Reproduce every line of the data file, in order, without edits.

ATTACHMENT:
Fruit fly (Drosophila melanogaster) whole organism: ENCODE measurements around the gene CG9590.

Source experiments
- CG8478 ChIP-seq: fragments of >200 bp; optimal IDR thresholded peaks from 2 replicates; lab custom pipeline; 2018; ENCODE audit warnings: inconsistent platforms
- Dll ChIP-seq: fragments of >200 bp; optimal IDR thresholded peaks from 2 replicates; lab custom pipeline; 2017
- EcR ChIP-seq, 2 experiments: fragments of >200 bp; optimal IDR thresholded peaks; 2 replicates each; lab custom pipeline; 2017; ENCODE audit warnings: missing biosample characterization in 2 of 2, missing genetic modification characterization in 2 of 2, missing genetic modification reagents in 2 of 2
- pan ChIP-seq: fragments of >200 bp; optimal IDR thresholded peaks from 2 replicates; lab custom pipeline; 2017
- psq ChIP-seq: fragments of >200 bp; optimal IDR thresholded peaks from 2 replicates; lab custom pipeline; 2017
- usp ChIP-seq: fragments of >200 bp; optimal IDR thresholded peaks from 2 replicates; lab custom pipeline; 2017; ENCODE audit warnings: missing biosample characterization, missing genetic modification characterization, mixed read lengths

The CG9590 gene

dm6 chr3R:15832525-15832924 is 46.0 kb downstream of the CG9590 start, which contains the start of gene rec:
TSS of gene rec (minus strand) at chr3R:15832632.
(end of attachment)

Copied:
Fruit fly (Drosophila melanogaster) whole organism: ENCODE measurements around the gene CG9590.

Source experiments
- CG8478 ChIP-seq: fragments of >200 bp; optimal IDR thresholded peaks from 2 replicates; lab custom pipeline; 2018; ENCODE audit warnings: inconsistent platforms
- Dll ChIP-seq: fragments of >200 bp; optimal IDR thresholded peaks from 2 replicates; lab custom pipeline; 2017
- EcR ChIP-seq, 2 experiments: fragments of >200 bp; optimal IDR thresholded peaks; 2 replicates each; lab custom pipeline; 2017; ENCODE audit warnings: missing biosample characterization in 2 of 2, missing genetic modification characterization in 2 of 2, missing genetic modification reagents in 2 of 2
- pan ChIP-seq: fragments of >200 bp; optimal IDR thresholded peaks from 2 replicates; lab custom pipeline; 2017
- psq ChIP-seq: fragments of >200 bp; optimal IDR thresholded peaks from 2 replicates; lab custom pipeline; 2017
- usp ChIP-seq: fragments of >200 bp; optimal IDR thresholded peaks from 2 replicates; lab custom pipeline; 2017; ENCODE audit warnings: missing biosample characterization, missing genetic modification characterization, mixed read lengths

The CG9590 gene

dm6 chr3R:15832525-15832924 is 46.0 kb downstream of the CG9590 start, which contains the start of gene rec:
TSS of gene rec (minus strand) at chr3R:15832632.